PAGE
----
Lady Knight: Who are they?

“Chevalese”, a term used in the Middle Ages

In the 21st century, the French are asking themselves: Should we feminize the name of the profession? Well, it seems more modern, the Middle Ages have already done it! We find the words “surgeon”, “mayor” or “avenger” in the texts of that time … and also “chevalares”!

With “chevalière”, these two words are used in the Middle Ages. They do not nominate the knight’s wife, no, but the warrior on horseback. The word hides a reality unfortunately very often forgotten, that is excellent work Chevaleresses, feminine chivalry (Perrin, 2013) by Sophie Cassagnes-Brouquet Highlights.

The result: We discovered that Joan of Arc was not the only knight in history, just the opposite! From the 12th to the 15th century, in France, Scotland, Spain or Italy, women took up arms to defend their lands.

3 Chevalier D’Eon, male or female? What the archive says about her sex

The Hundred Years War

In the Middle Ages, the West was in a state of permanent war, especially in the 13th and 14th centuries, during the Hundred Years’ War (1337-1453). Inevitably, society is becoming militarized. In the absence of men, who may leave for months or even years, women have no choice but to defend their estate.

The plague has devastated more than a third of Europe’s population, so we lack weapons. This is how we see French, English but also Spanish or Italian elite women leading the army. They are all sisters, wives or mothers of knights so they always know trade.

These warriors do not hesitate to mail their helmets and chains. They ride horses and galvanize soldiers like men. In the Middle Ages, this is what we think of women: “Women are unfit for war. Their bodies are weak, their reasoning is limited, their character is terrible,” said historian Collette Beaune. So they overthrow both the enemy and the established order and show that they are capable of defending a fortress, feeding, treating, collecting ransom, negotiating treaties, besieging …

Two exceptions: the Crusades.

In two special cases, women have the right to bear arms. The first is the Crusades. A woman can cross the path like a man because every Christian has a duty to do so. Pilgrims, sometimes wearing postal coats, wield swords against enemies on their way.

In 1187, Margaret of Beverly arrived in Jerusalem on a crusade. He fought for fifteen days. His brother, Cistercian monk Thomas de Freudmont, described his adventures as follows: “I wore a breastplate like a man; I leaned against the wall with a cauldron over my head as a helmet. Although a woman, my appearance was that of a warrior, I was a weapon. And though full of fear, I have learned to hide my weakness. “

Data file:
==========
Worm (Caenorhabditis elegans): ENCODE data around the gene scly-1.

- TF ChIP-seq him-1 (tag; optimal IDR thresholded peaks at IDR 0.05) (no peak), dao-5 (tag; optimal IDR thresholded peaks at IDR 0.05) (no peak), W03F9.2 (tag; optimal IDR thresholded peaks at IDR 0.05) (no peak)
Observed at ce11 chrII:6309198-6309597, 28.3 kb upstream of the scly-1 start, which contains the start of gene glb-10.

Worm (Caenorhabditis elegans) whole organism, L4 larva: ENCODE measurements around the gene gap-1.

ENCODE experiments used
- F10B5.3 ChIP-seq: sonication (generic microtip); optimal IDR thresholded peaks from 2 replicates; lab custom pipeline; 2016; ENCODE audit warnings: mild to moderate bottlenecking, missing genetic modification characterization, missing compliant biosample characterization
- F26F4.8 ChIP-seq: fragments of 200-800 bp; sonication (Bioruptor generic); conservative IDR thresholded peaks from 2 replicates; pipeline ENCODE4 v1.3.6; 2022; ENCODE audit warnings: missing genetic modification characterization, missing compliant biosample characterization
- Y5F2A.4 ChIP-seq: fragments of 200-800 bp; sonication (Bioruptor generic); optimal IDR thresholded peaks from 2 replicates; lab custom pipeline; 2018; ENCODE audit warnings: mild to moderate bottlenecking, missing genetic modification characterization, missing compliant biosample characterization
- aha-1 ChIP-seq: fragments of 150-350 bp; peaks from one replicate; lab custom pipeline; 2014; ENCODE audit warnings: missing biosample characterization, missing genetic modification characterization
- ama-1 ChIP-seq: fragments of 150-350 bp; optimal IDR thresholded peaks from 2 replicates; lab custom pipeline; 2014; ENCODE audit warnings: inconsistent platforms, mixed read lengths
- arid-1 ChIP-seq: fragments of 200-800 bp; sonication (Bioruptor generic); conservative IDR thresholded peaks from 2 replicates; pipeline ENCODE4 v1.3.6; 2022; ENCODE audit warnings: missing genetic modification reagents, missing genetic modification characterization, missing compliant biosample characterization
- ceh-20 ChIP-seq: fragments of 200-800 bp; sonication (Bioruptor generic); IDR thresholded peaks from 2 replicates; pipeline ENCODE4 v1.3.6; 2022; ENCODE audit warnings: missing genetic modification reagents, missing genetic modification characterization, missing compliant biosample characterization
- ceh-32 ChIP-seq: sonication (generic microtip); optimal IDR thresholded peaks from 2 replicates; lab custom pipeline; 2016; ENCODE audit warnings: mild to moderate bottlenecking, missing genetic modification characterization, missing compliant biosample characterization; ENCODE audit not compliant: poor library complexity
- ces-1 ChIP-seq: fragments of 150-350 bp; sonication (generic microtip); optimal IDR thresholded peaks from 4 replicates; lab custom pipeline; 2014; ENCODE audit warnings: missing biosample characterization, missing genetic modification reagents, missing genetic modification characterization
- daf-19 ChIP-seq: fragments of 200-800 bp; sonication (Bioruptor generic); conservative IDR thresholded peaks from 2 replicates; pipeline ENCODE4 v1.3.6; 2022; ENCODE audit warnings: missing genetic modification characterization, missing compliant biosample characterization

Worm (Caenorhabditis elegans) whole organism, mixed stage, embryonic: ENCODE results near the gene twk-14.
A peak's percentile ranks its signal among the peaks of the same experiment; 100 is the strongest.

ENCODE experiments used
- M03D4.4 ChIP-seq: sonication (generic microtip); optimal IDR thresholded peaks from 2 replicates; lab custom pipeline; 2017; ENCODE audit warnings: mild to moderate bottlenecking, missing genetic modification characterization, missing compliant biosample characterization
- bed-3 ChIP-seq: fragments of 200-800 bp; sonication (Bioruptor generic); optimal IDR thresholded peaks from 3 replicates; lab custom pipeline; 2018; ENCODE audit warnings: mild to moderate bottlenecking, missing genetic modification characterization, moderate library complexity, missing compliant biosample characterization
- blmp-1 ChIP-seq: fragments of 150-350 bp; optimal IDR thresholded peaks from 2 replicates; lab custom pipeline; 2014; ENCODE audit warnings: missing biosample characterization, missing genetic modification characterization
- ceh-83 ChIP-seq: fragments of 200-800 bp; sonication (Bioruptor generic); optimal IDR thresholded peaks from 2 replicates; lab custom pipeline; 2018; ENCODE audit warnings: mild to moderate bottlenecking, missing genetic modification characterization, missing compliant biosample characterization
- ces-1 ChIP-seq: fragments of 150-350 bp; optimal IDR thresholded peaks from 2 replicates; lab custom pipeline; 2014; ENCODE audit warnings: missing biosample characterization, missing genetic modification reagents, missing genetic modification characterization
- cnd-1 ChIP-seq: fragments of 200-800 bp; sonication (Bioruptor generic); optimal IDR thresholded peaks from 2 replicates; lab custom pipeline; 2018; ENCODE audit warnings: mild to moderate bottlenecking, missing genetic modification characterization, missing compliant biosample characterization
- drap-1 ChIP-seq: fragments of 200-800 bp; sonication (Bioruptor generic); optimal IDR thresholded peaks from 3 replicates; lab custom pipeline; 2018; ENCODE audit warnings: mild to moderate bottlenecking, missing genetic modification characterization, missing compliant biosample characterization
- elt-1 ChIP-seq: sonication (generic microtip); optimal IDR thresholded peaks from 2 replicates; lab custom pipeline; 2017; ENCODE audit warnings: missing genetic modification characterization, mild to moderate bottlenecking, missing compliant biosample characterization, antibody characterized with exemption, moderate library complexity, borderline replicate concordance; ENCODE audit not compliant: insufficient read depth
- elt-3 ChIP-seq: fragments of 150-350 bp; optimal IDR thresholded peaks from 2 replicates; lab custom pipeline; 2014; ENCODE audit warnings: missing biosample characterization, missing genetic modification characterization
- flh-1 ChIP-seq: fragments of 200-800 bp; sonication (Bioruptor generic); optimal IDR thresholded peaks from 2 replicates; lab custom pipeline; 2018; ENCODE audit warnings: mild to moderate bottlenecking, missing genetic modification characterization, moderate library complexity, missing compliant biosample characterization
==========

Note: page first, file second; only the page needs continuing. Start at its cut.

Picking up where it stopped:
Muslim leaders are surprised. In front of the women carrying weapons they tell themselves that the Crusaders are completely degraded!

3 Jerusalem during the Crusades: The crushing victory of the Knights of Christ

… And blockade

The other exception is seats. Whether you are rich or poor, male or female, everyone has the right and even the duty to protect their town or village. The blockade constitutes an emergency where the rules are set aside.

Peret de la Rivie’s husband was involved in the battle of Agincourt, so he was the one who made the heroic siege against the English at the fortress of La Roche-guয়ne.

This is also the case with Julian, the sister of Constable Bertrand du Guesslin. In 1362, his Ponterson castle was attacked by the English at midnight. Not one or two, he gets out of bed, puts on his brother’s mail coat, holds a sword and pushes back the attackers’ ladder, which is against the wall of the enclosure.

Evidence that war is not reserved for the male elite, philosopher and poet Christine de Pizan even wrote a manual of management and military strategy for women. This Three green books, Where Women’s city treasure (1405).

Towards the end of the Middle Ages, the fall of heroism sounded the death knell for Knighthood. In the 16th century, humanitarians returned women to the home and their main role: the role of the mother.

Read more:

Why the Crusades?

Who was Eleanor of Aquita, Queen of France and England?

Who was Eleanor of Aquita, Queen of France and England?

Who was the last Knight King Henry II?

Who was the last Knight King Henry II?

Did King Arthur and the Knights of the Round Table exist?

Did King Arthur and the Knights of the Round Table exist?

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